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Dividends 101 - The Beginner's Step-By-Step Overview of How Dividends Work


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Dividend Reinvestment Plans or DRIPs
Direct Stock Purchase Program DRIP

When you use direct stock purchase plans, dividend reinvestment plans, or DRIPs, you pay little or no commission. This leaves more cash in your pocket. Wall Street doesn't advertise these programs because if you use them, it loses the fee income.

Unless you need the money for living expenses or you are an experienced investor that regularly allocates capital, the first thing you should do when you acquire a stock that pays a dividend is enroll it in a dividend reinvestment plan, or DRIP for short.

How dividend reinvestment plans work

When an investor enrolls in a dividend reinvestment plan, he will no longer receive dividends in the mail or directly deposited into his brokerage account. Instead, those dividends will be used to purchase additional shares of stock in the company that paid the dividend. There are several advantages to investing in DRIPs; they are:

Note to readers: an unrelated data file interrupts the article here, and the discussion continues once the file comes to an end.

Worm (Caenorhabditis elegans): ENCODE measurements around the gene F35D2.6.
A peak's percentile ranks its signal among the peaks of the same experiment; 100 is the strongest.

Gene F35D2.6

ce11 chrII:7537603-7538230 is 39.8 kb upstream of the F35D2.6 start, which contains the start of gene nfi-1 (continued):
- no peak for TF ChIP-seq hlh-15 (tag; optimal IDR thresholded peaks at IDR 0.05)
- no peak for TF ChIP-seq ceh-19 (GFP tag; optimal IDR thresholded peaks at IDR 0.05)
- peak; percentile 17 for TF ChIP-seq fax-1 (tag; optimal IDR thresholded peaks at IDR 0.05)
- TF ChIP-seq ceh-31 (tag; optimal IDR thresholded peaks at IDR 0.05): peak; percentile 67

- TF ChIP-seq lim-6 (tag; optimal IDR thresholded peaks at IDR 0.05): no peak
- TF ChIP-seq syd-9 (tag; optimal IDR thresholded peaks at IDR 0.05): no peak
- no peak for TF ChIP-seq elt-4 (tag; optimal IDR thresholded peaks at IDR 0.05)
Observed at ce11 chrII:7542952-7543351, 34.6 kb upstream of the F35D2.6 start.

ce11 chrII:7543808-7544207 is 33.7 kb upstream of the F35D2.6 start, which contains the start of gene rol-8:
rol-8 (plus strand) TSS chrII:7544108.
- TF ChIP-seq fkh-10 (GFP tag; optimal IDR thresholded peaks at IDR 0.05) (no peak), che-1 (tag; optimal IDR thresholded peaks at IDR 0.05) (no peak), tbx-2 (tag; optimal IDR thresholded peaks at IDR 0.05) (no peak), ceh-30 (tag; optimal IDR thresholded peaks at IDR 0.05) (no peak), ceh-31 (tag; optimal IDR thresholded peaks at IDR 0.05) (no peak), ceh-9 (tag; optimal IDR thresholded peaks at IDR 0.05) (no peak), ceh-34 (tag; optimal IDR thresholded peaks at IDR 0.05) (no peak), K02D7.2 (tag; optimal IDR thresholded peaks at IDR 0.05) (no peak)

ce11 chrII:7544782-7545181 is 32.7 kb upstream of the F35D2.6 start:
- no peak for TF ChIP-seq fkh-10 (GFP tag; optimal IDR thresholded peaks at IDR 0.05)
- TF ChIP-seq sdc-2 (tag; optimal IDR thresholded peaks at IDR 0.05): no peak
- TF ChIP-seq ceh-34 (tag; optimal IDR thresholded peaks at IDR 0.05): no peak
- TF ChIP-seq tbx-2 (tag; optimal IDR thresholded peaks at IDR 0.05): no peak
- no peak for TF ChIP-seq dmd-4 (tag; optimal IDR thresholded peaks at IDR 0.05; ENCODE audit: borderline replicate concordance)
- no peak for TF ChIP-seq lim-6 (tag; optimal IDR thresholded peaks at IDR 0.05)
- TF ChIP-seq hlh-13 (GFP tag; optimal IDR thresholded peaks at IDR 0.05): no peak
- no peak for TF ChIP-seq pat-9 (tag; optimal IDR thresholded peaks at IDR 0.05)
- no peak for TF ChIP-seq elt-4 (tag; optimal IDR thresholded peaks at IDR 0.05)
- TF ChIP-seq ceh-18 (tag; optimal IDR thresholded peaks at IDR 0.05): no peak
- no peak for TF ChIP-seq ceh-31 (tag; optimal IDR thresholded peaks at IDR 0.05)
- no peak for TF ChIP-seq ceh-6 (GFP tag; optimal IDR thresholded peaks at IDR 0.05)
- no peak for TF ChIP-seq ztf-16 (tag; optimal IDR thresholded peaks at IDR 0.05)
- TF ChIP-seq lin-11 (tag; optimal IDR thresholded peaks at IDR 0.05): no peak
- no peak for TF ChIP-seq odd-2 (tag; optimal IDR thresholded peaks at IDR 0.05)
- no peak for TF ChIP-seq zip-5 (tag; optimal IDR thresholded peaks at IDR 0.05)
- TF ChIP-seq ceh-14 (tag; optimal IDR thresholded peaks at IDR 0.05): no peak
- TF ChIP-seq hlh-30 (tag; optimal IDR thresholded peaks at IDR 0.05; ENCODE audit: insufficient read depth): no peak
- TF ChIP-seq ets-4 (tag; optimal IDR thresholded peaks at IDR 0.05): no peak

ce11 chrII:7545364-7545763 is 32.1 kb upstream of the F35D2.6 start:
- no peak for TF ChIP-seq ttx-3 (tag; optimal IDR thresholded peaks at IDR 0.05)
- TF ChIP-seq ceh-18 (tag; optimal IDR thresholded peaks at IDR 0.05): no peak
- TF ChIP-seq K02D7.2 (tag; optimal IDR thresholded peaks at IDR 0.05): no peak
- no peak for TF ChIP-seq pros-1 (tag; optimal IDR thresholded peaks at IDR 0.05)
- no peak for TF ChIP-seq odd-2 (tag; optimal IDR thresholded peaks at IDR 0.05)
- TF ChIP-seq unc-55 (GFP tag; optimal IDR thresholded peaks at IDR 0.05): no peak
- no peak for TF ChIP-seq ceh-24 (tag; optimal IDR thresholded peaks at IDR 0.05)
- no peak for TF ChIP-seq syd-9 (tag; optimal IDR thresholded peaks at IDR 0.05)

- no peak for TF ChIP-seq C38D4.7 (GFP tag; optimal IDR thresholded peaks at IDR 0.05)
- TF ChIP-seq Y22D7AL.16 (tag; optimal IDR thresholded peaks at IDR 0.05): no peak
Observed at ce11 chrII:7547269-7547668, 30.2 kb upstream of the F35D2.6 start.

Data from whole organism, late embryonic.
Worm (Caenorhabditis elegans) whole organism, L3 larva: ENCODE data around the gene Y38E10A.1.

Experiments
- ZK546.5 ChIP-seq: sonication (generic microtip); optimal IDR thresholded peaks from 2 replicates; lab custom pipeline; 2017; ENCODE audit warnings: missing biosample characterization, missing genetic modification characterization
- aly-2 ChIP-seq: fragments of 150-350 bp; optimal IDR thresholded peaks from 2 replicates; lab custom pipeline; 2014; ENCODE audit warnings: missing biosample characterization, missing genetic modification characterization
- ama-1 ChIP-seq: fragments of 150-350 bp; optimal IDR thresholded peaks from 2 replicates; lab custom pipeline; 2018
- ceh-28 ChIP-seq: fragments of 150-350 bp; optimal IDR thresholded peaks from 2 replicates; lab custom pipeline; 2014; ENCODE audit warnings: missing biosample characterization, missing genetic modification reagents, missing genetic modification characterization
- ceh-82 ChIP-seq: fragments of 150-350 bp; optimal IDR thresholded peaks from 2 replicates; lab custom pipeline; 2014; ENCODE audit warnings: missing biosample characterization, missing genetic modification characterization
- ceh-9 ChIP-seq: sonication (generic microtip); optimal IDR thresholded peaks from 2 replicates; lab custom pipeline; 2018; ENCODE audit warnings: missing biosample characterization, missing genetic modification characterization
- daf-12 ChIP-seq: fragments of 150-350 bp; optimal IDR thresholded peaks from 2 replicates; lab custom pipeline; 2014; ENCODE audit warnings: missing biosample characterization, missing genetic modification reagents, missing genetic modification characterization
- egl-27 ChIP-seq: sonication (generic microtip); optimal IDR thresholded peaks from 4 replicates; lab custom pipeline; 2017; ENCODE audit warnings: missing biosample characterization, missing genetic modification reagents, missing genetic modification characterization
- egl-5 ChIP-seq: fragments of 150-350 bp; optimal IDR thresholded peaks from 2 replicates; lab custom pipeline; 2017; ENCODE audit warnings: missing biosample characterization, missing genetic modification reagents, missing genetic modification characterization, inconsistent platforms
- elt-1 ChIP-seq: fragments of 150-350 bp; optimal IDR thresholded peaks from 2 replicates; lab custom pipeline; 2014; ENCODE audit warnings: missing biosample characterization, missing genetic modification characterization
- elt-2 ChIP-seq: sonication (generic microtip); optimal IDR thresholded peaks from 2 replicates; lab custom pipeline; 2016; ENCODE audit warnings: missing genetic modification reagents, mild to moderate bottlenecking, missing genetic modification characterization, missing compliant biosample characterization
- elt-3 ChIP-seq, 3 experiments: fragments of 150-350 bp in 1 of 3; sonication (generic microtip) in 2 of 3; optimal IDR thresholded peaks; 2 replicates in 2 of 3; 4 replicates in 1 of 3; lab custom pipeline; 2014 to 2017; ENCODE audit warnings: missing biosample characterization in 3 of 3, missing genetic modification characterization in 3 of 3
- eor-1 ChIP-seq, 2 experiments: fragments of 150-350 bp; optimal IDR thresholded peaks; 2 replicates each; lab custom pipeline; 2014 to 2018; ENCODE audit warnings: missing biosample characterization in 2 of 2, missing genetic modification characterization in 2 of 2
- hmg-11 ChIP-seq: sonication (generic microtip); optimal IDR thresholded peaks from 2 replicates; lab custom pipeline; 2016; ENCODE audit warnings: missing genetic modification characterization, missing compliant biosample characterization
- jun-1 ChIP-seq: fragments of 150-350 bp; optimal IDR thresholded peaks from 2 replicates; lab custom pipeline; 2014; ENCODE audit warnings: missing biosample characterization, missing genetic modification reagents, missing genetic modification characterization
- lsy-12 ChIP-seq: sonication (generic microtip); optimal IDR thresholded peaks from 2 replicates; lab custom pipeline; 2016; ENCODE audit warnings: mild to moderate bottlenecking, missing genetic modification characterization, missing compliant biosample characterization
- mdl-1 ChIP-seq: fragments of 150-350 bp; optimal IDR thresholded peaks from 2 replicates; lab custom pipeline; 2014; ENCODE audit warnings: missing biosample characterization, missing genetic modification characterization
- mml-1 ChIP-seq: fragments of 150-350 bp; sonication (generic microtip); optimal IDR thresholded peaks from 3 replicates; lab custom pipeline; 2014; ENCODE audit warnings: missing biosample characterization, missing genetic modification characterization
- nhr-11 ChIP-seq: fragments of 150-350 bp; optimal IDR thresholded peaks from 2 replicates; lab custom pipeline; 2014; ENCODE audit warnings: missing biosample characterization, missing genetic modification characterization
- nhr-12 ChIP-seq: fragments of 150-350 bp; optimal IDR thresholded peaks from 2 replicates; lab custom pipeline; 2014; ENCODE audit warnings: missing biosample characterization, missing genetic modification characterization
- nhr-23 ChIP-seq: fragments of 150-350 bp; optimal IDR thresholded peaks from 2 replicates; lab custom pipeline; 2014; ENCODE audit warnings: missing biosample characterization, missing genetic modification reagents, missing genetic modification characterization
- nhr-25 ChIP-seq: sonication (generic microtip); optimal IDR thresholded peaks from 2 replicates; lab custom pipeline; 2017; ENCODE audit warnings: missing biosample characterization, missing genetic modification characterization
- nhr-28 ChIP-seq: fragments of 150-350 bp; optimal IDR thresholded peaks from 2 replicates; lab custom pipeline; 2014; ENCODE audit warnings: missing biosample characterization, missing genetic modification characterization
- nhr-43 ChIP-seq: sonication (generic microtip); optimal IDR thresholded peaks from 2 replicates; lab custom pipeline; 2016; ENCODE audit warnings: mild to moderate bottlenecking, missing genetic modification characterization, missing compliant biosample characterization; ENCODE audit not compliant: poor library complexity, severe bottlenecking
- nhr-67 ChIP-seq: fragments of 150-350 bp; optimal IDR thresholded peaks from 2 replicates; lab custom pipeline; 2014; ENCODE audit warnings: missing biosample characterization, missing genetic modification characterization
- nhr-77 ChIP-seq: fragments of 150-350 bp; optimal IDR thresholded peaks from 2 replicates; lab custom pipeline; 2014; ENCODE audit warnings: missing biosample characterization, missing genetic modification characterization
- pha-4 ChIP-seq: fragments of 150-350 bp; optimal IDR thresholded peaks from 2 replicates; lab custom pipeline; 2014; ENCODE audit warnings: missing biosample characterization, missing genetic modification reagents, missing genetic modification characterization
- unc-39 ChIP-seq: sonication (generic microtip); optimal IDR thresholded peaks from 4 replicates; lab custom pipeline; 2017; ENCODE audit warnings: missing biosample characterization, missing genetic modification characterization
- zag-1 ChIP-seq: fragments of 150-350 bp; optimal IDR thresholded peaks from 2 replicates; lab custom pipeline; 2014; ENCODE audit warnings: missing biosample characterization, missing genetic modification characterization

Benefits of enrolling in a dividend reinvestment plan

  • Enrolling in a DRIP is easy. The paperwork (both online and in print) can normally be filled out in under one minute.
  • Dividends are automatically reinvested. Once the investor has enrolled in a DRIP, the process becomes entirely automated and requires no more attention or monitoring.
  • Many dividend reinvestment plans are often part of a direct stock purchase plan. If the investor holds at least one of his shares directly, he can have his checking or savings account automatically debited on a regular basis to purchase additional shares of stock.
  • Purchases through dividend reinvestment programs are normally subject to little or no commission.
  • Dividend reinvestment plans allow the investor to purchase fractional shares. Over decades, this can result in significantly more wealth in the investor's hands.
  • An investor can enroll only a limited number of shares in the dividend reinvestment plan and continue to receive cash dividends on the remaining shares.
In fact, I like dividend reinvestment programs so much that I once wrote an essay for my friends explaining how my family had used the Coca-Cola dividend reinvestment plan to teach my youngest sister how to invest in stock. It became a learning experience so that by the time she reached high school, she understood the relationship between business, profits, dividends and investors.

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